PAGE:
Do Mennonite churches have commitment issues? Why are fewer people choosing rituals of commitment like baptism and marriage?
In an attempt to answer these questions, Irma Fast Dueck spent three days at Conrad Grebel University College last month. First, she delivered Grebel’s Bechtel Lecture, “Take me to the waters: Baptism, commitment and the church,” on Feb. 7, followed by a panel discussion on young adults and the church on Feb. 8, and an Anabaptist Learning Workshop presentation, “Shacking up: Sex, love and church commitment” on Feb. 9.
In the first part of the workshop, Fast Dueck, associate professor of practical theology at Canadian Mennonite University in Winnipeg, had groups identify issues related to baptism and marriage. It soon became apparent that there was a great deal of overlap between the two. Not only do they both involve church rituals of commitment, but they also evoke anxiety over a decline in the number of people who are choosing them, and they generate questions about their purpose, meaning and symbolism:
- Do I need to become a baptized member of a church to follow Jesus?
- Do I need to be legally married to be in a committed relationship?
- Doesn’t it make sense to postpone baptism until I have finished my education and I’m not so transient anymore?
- Doesn’t it make sense to live together for financial and practical reasons?
- Can I live up to the high standards that are expected of me in this relationship (marriage or church membership)?
Focusing more directly on the topic of cohabitation—living together in a sexual relationship before, or instead of, marriage—Fast Dueck distinguished between four different types. Casual cohabitation takes place when partners are not focused on a long-term commitment. Cautious cohabitation is seen as a kind of trial, to make sure the partners are compatible. Committed cohabitation means the partners plan to marry, but for practical reasons they choose to live together until then. Alternative cohabitation reflects partners who do not believe in the value of the institution of marriage. Fast Dueck suggests that it is important to distinguish between these types.
She identified many reasons why the number of people cohabiting in Canada is on the rise, while the number of people marrying is on the decline. Media normalizes cohabiting, and many parents support it as a way to test compatibility. Cohabiting is cheaper and more convenient. In addition, there is now a longer stage of exploration after the onset of puberty, sometimes identified as “emerging adulthood,” characterized by anxiety and delay around making all kinds of major decisions and commitments, including marriage.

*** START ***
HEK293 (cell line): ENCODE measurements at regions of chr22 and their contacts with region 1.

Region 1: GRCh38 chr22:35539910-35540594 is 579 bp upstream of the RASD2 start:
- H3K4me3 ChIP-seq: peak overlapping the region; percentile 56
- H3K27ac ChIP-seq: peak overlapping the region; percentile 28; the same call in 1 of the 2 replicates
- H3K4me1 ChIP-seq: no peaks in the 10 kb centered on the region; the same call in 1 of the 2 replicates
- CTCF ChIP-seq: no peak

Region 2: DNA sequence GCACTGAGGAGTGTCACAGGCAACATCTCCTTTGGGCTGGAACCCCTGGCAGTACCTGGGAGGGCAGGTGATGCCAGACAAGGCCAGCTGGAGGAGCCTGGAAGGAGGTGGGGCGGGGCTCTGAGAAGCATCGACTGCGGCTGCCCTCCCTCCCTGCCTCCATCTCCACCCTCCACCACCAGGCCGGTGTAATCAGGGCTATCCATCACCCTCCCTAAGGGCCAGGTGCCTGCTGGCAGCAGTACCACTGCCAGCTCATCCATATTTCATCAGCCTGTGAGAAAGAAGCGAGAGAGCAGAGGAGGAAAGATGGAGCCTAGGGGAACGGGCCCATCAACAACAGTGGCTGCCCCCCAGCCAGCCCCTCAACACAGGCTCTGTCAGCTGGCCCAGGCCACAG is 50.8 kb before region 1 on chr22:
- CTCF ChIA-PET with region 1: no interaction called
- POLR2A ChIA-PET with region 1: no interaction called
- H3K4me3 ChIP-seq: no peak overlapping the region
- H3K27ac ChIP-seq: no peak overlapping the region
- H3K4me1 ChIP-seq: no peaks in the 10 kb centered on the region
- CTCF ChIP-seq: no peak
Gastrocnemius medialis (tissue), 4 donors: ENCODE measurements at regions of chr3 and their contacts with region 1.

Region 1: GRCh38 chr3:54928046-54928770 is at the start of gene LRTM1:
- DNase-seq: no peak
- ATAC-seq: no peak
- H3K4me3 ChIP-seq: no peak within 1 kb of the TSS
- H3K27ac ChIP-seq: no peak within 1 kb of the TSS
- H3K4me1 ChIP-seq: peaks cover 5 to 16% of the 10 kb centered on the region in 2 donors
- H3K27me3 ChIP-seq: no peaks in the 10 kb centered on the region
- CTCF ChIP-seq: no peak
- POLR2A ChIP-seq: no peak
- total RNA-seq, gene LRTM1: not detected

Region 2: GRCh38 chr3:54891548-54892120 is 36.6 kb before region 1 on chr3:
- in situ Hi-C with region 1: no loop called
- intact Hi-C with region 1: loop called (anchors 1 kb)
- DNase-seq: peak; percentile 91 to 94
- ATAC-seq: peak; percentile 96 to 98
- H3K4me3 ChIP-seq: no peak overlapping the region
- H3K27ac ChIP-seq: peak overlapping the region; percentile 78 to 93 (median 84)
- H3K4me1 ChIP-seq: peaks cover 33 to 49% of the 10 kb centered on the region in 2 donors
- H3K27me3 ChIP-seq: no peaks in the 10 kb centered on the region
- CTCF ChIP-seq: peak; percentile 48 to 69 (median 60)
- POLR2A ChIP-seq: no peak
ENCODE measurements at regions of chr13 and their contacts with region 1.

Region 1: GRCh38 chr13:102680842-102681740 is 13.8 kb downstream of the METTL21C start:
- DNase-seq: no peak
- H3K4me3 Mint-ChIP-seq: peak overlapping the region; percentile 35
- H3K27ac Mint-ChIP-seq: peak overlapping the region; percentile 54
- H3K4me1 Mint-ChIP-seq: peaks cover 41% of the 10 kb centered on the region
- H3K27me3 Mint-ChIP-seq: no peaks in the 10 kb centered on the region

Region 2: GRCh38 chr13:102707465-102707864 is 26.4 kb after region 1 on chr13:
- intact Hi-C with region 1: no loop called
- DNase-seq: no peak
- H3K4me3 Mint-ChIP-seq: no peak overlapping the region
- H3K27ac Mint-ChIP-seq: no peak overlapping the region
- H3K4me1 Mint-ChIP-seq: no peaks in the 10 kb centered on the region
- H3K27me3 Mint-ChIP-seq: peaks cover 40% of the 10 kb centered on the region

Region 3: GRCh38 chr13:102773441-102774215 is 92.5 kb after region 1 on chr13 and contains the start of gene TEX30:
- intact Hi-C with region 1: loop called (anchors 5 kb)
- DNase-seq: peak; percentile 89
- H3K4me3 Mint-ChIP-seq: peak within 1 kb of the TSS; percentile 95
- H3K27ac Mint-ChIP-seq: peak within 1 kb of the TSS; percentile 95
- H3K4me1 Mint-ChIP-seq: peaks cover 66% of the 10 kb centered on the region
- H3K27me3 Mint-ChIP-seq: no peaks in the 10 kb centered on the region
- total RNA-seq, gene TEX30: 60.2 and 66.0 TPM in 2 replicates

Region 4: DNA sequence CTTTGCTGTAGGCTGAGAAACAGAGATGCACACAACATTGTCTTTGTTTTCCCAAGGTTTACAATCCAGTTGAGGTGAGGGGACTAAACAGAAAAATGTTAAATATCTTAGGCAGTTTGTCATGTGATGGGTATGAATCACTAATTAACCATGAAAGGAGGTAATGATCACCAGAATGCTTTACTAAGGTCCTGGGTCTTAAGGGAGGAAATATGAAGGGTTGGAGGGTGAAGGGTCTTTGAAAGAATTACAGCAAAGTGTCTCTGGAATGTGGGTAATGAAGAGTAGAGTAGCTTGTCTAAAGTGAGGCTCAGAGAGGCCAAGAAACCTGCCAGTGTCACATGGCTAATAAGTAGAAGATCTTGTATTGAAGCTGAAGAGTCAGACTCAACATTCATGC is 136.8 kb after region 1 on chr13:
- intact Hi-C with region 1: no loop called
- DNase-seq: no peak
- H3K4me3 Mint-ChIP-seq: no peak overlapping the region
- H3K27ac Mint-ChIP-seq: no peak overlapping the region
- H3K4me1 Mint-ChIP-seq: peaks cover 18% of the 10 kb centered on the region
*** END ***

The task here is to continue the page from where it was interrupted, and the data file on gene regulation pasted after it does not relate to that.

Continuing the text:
During the last part of the morning session, Fast Dueck encouraged “ramping up the rituals” in churches. She says churches need to understand the profound nature of rituals like baptism and marriage, that help people move through significant transitions in life. Instead of using legal or contractual language around these rituals, she says churches should describe them as “a way of being in the world.”
At the end of her workshop, she offered a theological reflection on the deeper meaning of marriage. She said that, like other significant rituals, marriage testifies “something about who God is.” She described God as echad, which in Hebrew means “one or oneness.” Despite all the brokenness in the world, God is echad. Oneness in a marriage acts as a symbol or sign of who God is. Marriage at its very best can be a “window into the holding together that is God,” she said.
She also challenged churches to face their fears and create the space to have conversations around sexuality. Churches need to use spiritual and theological language to talk about sexuality and healthy relationships. She affirms that “there is something sacred about intimacy,” and that “there is spirituality deeply rooted in our sexuality.”
Young people especially need their church communities to help them reflect on what this means, she said, suggesting that biblical and liturgical resources can help people find language for these conversations.
Her presentation sparked many comments and questions about the practical applications of these ideas:
- Should churches bless unions that are not legal marriages? If so, how?
- How do churches minister well in the tension between getting hung up on rules and watering things down?
- How do churches make people feel welcome and included and yet still emphasize the profoundly countercultural nature of baptism and marriage?